Most N loss occurs early in a cropping cycle when then crop is young and does not need substantial amounts of N yet for growth. Row crops, such as corn, are particularly ineffective due to the wide between row spacing of plants. Organic corn in North Carolina is grown on row spacings between 30” and 38”. Weeds that emerge between rows are taking up N that could be lost to leaching. The Southeast is particularly susceptible to early season losses because of sandy soils and large rain events (Hubbard & Sheridan 1989). Conventional systems that include preemergence herbicides do not develop the large weed flushes that characterize organic systems.
Objective 5: Education and outreach through developing new curricula on greenhouse gases and agriculture for student training and stakeholders
Despite the public nature of the greenhouse emissions debates, few curricula have been established for engaging stakeholders and students in how these issues affect agriculture. An iterative process is needed that draws on farmer/student concerns and regional differences in farmer practices. Curriculum development will have the direct input of these groups during the first year of the project. Contrary to popular opinion, a majority of farmers believe climate change is occurring in some regions (Arbuckle et al. 2011).
The objectives for our renewed socioeconomic focus are:
Objective 1: Construct system budgets to evaluate the economic feasibility of each system and Objective 2: Construct an agricultural calendar detailing labor and equipment needs across the year. Together, the budget and calendar will serve as powerful educational and decision-making tools for farmers, researchers, and policy-makers.
We recognize that farmers’ decisions are not solely based on economic parameters; institutionalized practices and beliefs are equally powerful forces in shaping behavior. What sociocultural factors most influence farmer decisions to adopt sustainable agricultural practices? And what conditions create a social and cultural context that allows sustainable agriculture to thrive? Using the budgets and agricultural calendars as bridging devices, the socioeconomic team will conduct semi-structured interviews in years 2 and 3 with three groups of farmers (n=10 per group): those using sustainable farming practices; those who previously adopted sustainable practices but have discontinued; and those who have never adopted sustainable practices. To select and recruit farmers for interviews, we will draw from CEFS’s extensive contacts, which include both conventional and sustainable growers. We will purposively sample to ensure variation according to key criteria such as gender, race/ethnicity, farm size, crops, and type of market (i.e., direct vs. commodity markets). These exploratory interviews will contribute to a better understanding of the needs of sustainable farmers and communities.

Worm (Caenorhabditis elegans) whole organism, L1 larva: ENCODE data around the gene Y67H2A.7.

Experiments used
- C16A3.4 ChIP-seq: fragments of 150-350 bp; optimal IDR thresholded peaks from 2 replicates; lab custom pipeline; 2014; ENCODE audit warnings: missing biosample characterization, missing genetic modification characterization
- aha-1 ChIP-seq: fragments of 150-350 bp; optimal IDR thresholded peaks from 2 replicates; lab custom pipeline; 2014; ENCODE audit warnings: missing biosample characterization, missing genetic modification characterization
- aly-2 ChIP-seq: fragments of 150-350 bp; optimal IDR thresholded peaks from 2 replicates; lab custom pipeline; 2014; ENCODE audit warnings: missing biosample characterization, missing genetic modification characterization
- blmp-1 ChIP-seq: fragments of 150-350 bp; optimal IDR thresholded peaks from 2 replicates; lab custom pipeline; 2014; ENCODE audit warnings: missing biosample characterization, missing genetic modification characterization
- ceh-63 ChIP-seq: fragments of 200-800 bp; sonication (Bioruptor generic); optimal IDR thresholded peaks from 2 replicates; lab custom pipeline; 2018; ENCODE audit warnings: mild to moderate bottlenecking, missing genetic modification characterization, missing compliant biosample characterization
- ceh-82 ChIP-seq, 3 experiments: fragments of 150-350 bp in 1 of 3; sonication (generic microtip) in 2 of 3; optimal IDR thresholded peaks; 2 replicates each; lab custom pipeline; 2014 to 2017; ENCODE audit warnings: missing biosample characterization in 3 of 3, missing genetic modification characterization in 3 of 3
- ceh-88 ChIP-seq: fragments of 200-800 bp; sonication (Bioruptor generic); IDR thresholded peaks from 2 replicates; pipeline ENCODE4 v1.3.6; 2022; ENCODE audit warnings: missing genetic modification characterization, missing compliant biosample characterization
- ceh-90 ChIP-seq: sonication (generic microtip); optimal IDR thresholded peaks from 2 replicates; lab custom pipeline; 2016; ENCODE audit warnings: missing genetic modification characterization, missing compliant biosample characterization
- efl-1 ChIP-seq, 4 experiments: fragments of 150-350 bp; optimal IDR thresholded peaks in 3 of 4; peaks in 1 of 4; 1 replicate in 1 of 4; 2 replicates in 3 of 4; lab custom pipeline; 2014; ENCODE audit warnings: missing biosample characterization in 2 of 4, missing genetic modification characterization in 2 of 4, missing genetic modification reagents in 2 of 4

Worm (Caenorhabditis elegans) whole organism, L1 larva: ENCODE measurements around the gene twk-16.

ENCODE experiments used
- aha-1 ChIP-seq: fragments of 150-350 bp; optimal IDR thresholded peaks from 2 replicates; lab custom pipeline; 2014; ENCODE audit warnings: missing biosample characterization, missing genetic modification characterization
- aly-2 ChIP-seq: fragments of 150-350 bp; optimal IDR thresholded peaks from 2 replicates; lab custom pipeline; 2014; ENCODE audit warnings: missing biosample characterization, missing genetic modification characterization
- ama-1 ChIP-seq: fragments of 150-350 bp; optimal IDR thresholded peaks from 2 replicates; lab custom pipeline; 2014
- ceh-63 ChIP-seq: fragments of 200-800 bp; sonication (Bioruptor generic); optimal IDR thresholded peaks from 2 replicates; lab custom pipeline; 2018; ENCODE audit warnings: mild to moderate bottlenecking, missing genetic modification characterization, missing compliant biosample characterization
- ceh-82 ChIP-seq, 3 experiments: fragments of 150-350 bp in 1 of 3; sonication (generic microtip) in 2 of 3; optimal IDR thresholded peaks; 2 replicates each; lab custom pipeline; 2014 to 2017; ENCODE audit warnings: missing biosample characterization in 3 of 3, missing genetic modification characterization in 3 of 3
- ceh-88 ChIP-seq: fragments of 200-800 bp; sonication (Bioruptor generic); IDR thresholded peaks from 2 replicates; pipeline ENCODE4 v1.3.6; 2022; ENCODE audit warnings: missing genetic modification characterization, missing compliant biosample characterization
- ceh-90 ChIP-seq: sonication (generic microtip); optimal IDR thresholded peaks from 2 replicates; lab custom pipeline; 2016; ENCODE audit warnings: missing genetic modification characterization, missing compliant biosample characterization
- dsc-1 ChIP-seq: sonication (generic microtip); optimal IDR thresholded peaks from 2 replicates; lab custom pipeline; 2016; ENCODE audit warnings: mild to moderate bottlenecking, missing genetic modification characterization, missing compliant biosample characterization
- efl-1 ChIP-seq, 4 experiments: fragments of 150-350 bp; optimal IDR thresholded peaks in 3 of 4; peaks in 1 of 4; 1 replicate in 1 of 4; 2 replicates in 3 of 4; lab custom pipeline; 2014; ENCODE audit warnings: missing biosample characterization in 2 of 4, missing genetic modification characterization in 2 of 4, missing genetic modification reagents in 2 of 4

With this SARE funding as leverage, CEFS received additional funding from NIFA in 2012 to instrument the systems project with greenhouse gas monitoring equipment. We have installed 36 gas sampling chambers in a subset of the treatments in the long-term systems trial. A gas chromatograph has been installed onsite capable of simultaneous monitoring of N2O, methane and CO2.
Four graduate students have been recruited to work on the greenhouse gas project. They will all be involved in monitoring the gases and in conducting nested experiments aimed at determining which aspects of the systems are key regulators of gas emissions.
Co-sponsored and provided many of the speakers the for the “Farming Strategies in Today’s Changing Climate” conference held in Pittsboro, NC by the Abundance Foundation. CEFS faculty and staff that gave presentations and held discussions included Frank Louws on annual vegetables, Chris Reberg-Horton on annual row crops, Jean-Marie Luginbuhl on mixed livestock, and Steve Washburn on dairy.
Hosted a regional field day highlighting the research program at CEFS. The event was attended by 280 people from around the region. Six full size buses transported the attendees to stations around the facility that highlighted the following research programs at CEFS: 17 faculty participated by showing their research at the station, 12 of which are cooperating faculty on the long-term plots. In addition to the oral presentations, 38 posters from research projects on the station were presented. Proceedings of the event were published and can be found at http://www.cefs.ncsu.edu/fieldday2012/fielddayproceedings2012.pdf
Conducted a soil sampling of all the long-term plots. Over 20 people participated in a one-day event that took samples from 5 GPS designated points in each of the 42 plots. The samples were subdivided for multiple research projects across departments. Some of the measurements made include: microbial community structure as characterized by phospholipid fatty acid biomarkers, nematodes, soil microarthropods, microbial biomass C and N, total C and N, extractable n, and soil respiration.
Published 19 research articles in 2012 from work at the station. A complete list is available at: http://www.cefs.ncsu.edu/publications/journals.html
Applied to the Long-term Agricultural Research Network that the USDA has started for sites such as CEFS. The network is meant to provide a platform for connecting long-term research sites analogous to the Long-term Ecological Research Network for natural ecosystems. So far, the agricultural network is a voluntary collaboration with zero financial support. The lack of funding further highlights the crucial role that SARE support has provided, both at CEFS and other long-term sites around the country.
Impacts and Contributions/Outcomes
A comprehensive review of the impact of the long-term systems trial is beginning on schedule in year 2 of the project. A survey and semi-structured interviews are being conducted by CEFS faculty and an impact assessment is being conducted by an outside contractor.